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E-Verify is about to play a critical role under the Trump administration.
The electronic service, launched in 1996, is primarily a voluntary web-based system, though it could soon become mandatory. E-Verify enables employers to quickly determine whether information supplied by job applicants on their I-9 forms is consistent with data held by the Social Security Administration and the Department of Homeland Security.
In effect, this is a faster version of the basic paper-based I-9 system. Employers submit I-9 data electronically, and, generally within a few seconds find out whether the information is verified. When discrepancies crop up, processes are in place to resolve them — assuming they can be resolved. Still, many employers don't use E-Verify for various reasons unless required to do so.
Opposition in Congress to requiring all employers to use E-Verify so far has been successful in blocking legislation that would make that happen, but with illegal immigration a front-burner issue, the tables could be turned. Pending legislation in Congress, HR 3711, the Legal Workforce Act, would make E-Verify use mandatory.
Big in the South
The largest proportion of employers in southern states (70%) already use E-Verify, according to a Pew Charitable Trust study. In contrast, just 39% of employers in the Northeast utilize the service. The national total is 57%, according to the Pew study.
The service is free with the federal government picking up the cost to administer it. The fiscal 2019 budget proposal, unveiled earlier this year, calls for adding $23 million to the E-Verify program budget to accommodate additional staffing that would be required if E-Verify becomes mandatory for all employers.
The budget proposal also provides for funding to enable Homeland Security to beef up its I-9 auditing program and conduct more worksite raids. Last fall, the head of the Immigration and Customs Enforcement (ICE) component of Homeland Security vowed that its worksite investigations would increase by "four or five times" in 2018.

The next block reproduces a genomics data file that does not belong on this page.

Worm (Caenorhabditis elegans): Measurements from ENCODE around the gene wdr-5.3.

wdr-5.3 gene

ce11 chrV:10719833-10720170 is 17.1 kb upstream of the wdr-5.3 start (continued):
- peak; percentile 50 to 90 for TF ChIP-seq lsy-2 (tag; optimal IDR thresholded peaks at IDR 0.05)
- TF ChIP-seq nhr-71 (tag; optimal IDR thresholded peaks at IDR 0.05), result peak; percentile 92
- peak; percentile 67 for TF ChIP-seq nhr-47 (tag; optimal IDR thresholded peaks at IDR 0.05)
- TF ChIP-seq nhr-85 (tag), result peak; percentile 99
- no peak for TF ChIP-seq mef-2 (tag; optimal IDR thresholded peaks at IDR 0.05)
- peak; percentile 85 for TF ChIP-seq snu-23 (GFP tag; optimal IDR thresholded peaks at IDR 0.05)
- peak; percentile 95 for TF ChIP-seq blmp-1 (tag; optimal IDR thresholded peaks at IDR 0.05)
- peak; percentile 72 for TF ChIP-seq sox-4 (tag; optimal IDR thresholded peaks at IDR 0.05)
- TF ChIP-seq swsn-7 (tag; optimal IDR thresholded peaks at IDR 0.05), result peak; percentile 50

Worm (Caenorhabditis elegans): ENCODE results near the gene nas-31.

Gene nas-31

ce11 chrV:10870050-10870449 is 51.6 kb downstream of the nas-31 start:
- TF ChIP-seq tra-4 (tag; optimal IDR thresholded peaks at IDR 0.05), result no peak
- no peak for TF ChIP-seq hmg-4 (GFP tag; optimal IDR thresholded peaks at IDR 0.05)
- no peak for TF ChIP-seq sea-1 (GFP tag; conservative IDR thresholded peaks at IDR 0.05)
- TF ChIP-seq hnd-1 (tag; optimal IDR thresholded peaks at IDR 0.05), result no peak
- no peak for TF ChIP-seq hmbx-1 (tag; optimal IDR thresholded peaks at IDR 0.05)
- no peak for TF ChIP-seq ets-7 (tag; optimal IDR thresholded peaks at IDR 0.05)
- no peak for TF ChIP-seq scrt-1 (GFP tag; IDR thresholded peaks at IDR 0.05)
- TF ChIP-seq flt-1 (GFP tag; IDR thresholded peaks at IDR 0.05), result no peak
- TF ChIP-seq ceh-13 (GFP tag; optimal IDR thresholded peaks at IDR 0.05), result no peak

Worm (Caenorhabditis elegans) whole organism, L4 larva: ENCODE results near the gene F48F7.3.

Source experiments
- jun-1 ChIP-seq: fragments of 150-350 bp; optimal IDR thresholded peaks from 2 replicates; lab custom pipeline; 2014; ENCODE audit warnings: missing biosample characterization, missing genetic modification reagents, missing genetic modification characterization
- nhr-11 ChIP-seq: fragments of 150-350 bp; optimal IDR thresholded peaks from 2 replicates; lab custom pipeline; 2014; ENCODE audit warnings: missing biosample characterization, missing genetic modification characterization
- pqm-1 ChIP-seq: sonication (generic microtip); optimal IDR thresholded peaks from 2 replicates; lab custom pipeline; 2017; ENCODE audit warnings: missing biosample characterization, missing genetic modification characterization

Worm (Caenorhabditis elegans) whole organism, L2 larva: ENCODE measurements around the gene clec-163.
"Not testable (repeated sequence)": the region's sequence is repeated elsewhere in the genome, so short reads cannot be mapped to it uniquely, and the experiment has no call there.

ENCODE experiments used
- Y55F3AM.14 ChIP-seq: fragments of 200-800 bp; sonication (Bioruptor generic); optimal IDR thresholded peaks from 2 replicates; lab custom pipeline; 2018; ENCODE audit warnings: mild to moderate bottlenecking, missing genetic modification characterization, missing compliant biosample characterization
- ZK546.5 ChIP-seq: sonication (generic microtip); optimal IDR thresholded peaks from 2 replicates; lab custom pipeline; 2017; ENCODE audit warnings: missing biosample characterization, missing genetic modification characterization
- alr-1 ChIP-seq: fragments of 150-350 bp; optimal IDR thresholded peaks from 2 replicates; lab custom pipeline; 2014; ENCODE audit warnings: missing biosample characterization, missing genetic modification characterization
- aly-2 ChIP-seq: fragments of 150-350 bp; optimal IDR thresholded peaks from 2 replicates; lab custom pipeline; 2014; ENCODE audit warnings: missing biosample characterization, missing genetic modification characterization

According to Homeland Security, 1,400 new employers are beginning to use E-Verify every week, and 700,000 employers already do so.
Potential Issues with E-Verify
E-Verify offers many benefits. It provides a much faster way for employers to know whether they could have an immigration status problem to resolve. This can help avoid the stiff penalties that are imposed on companies that employ workers who violate immigration laws. It's important to note that the legal standard employers must hold to is applied even if they didn't know the status of an employee, but should have known.
Another argument in favor of using E-Verify centers on foreign nationals in the United States working under H1-B visas, who typically have a high level of technical training. These workers are generally able to stay on board longer, because there's no need to petition to have their visas extended by 17 months after the initial allowed work period has been reached.
Finally, if you get a green light via E-Verify on an employee's immigration status and it turns out that the system made an error, you'll have an easier time in court defending your decision to hire the individual.
So what's the downside? Common complaints about the use of E-Verify include:
Who is Currently Required to Use E-Verify?
All employers in Arizona and Mississippi are required to use E-Verify by state law. Federal contractors in all states, plus state contractors in Colorado, Georgia, Missouri, Nebraska, Oklahoma, Rhode Island and Utah must use E-Verify. Also, state agencies in Colorado, Georgia, Idaho, Minnesota, Missouri, Nebraska, North Carolina, Oklahoma, Rhode Island and Utah must use E-Verify.
California sits on the other side of the issue, prohibiting its cities and counties from enacting requirements that require employers to use E-Verify, except in cases in which it's required by federal law.
If you have questions about requirements you may face with regard to E-Verify, check with your labor attorney.
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